Jesus of Nazareth was baptized. It is his story which has become our story. It is the mystery of his suffering and total surrender
to his Father, the Lord Adonai, which has become the mystery of our suffering and surrender to that same Father.
The feast of the Baptism of Jesus reminds us of our own baptism. Father Raymond Brown, outstanding scripture scholar, once said: "The day a person is baptized is more important than the day when a person is ordained priest and/or bishop. These other consecrations come from and depend
on the grace that begins to grow in a believer at the time of his/her baptism." Friends, focus with me now on the baptism of Jesus.
Saint Mark, whose version of the "Good News of Jesus Christ" will guide us regularly on Sundays throughout this year or worship, opens his gospel with a gripping account of the baptism of Jesus. John the Baptist had probably served as a mentor for Jesus-perhaps as one who guided Jesus
with regard to developing his own vision of the "coming kingdom".
Father Daniel Harrington contrasts John and Jesus: John in his own preaching stresses the future coming of God's kingdom. Jesus, on the other hand, in his teaching in the parables, will stresses the here-and-now dimensions of God's kingdom. John had preached moral renewal as a way to
get ready for God's judgment. Jesus invited sinners to throw themselves on the grace and mercy of God in his love for them.
John the Baptism preached "a baptism for the remission of sins." It is hard for you and me to understand why Jesus who is without sin, asked John for such a baptism. It may well be that Jesus was aware of a sinful world in need of God's pardon and thus requested baptism from John.
What stands out in the baptism of Jesus is that this is a "shining moment" in his life. Mark uses figurative language in writing that for Jesus "the heavens were torn open." This may be Mark's way of trying to say that there was no separation between God the Father and Jesus. In
writing that Jesus saw the "Spirit, like a dove, descending upon himself" Mark points to the "last days"-the "end-times" - that had arrived in Jesus. Through the Spirit Jesus was inaugurating a new Israel that would eventually embrace all the peoples of the earth. Baptized with the Holy Spirit at the
beginning of his ministry Jesus is empowered to preach and work by that same Spirit. In describing Jesus as the "beloved Son" Mark signals the special role that Jesus as God's "unique, beloved Son" was to have in God's holy planů. The Son who would be sacrificed to save a sinful world. May you and I become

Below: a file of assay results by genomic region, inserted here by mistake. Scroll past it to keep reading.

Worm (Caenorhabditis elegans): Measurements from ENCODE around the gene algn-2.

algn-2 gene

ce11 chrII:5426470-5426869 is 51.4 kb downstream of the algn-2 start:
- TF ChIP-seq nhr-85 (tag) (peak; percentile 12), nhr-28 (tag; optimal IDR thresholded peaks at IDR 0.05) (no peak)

increasingly aware of the great dignity and responsibility we have as those baptized "in the name of the Father and of the Son and of the Holy Spirit."
Just as the baptism of Jesus was the starting point for his public ministry, so does our baptism prepare you and me for service to witness the light of Jesus to others. It is through the inaugural graces of our Christian baptism that you and I somehow grasp the presence of God and
grow in living for the One who in his love for us is closer to us than we are to ourselves. Jesus' "unshakeable knowledge" that God loves him completely energizes him in doing good (Acts 10:38). At rare moments in our lives, friends, that we become aware of such "shining moments"-hopefully, "transforming
moments" that quicken our energy to imitate Jesus, our Brother and our Lord.
As "baptized believers" you and I are called to direct others to Jesus and to God in Jesus by what we say and by what we do. May we freely and frequently resolve to embrace that mission to draw others into the life of Jesus. You and I received the power to do so on our "Inauguration
Day"-the day of our baptism.
Baptized in the name of the Father and of the Son and of the Holy Spirits, yours is an awesome dignity and responsibility. As the baptized you have the priestly power to sanctify your children, spouses, significant others. . . probably more by what you do than by what you say. It is
important, Friends, to ask the Lord to remind you of this power and to fan the embers that are decidedly present.
You are a holy people, a priestly people. Through your baptism you have the powerful grace to grasp the presence of the God of Jesus Christ and live in it. You will find joy where many think joy cannot be found. You will find renewed meaning and purpose in living at God's hand. . . a
hand of love ever present for you.
My prayer is that you may realize that in seeking Jesus, who is the Face of God, you may hear his Father say to each you in your uniqueness. "You are my beloved daughter, my beloved son. I am delighted in you." May you fall in love-irrevocably in love - with God. . . .a love that
neither you nor God can revoke. And pray for me that I may do the same.
Read other homilies by Father Paul